New Delhi, Jan 6: Despite the Supreme Court giving a go-ahead to the much-debated Rs 20,000 crore Central Vista project of the Narendra Modi Government, the issue is unlikely to die down involving as it does changes of an area steeped in the history of Independent India. Lakhs of people had thronged the lawns of Central Vista outside the British-era Parliament House on the night of August 14, 1947, when Jawaharlal Nehru made his historic midnight speech on India’s “tryst with destiny.”
Lovers of art, architecture, and antiquity will continue to raise questions over Government structures on part of the Vista which seamlessly merged with the landscape. Any change, according to them, is bound to be unwelcome. Objections were also raised by a number of Opposition parties which spoke against the land-use change as also building of a new parliament house at a time when the people were facing economic hardship on account of the pandemic.
The Government did register its win in the Supreme Court, and therefore, it is in no way encumbered to proceed. In keeping with the sentiments of a large number of people, however, it may do well to explore if the Central Vista is spared its glory even at this late stage. The new parliament house building, it appears, will not encroach on the Central Vista. It is other structures, like the new secretariat, which come into question. The Government’s plea that its work would be facilitated by keeping all ministries under one roof may be justified, but not at the cost of losing a part of the city’s history.
The project entails the demolition of several Bhavan which came up after Independence to house the government ministries and have certainly not outlived their utility. The space available after they are razed will, no doubt, make up for the area occupied by the new secretariat building. But this will not satisfy the lovers of history. It is significant that even the Supreme Court bench hearing the petition on the Central Vista project was not unanimous in the judgment. One of the three judges held a different point of view.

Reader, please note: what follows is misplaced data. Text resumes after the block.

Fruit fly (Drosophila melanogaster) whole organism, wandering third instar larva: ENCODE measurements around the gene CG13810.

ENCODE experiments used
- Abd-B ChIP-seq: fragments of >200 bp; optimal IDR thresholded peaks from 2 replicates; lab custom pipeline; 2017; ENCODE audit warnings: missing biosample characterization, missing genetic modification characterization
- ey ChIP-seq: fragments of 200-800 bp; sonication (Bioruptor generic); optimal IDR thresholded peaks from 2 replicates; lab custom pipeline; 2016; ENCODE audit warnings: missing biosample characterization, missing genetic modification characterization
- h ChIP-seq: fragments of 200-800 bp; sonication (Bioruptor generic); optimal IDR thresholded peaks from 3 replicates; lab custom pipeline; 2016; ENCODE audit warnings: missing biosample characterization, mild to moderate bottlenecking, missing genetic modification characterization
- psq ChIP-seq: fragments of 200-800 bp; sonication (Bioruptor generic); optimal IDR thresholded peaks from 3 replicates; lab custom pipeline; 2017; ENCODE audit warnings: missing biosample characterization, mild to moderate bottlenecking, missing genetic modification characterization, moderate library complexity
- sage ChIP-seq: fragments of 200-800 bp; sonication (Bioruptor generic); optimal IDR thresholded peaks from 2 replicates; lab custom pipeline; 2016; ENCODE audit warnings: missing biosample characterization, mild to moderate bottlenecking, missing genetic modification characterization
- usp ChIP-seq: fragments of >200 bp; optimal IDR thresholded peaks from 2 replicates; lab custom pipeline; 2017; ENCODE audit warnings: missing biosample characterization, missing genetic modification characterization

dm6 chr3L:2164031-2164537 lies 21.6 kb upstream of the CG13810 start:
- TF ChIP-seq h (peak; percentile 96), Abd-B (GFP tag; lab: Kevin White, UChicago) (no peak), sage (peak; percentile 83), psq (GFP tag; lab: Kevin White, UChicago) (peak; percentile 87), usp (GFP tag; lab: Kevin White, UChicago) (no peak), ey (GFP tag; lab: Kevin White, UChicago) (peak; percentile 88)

Pertinently, a prominent architect had opposed the construction of a new Parliament House debunking the plea that the present circular building did not have enough space. He described as hypothetical the Government’s claim that the number of MPs would go up in the future resulting in a further space crunch. The crux of the architect’s argument was that the population of the country was bound to gradually stabilize and decrease in course of time to warrant more lawmakers.
All these arguments would now be part of the dustbin of history. The Government may construct a new Parliament Building and accompanying structures with all their grandeur. But they cannot replace the existing Parliament House built by the British and considered to be the largest circular building in this part of the world, or perhaps anywhere. It will continue to dominate the landscape. Hopefully, the truncated Central Vista too will continue to occupy the pride of place in Lutyen’s Delhi.
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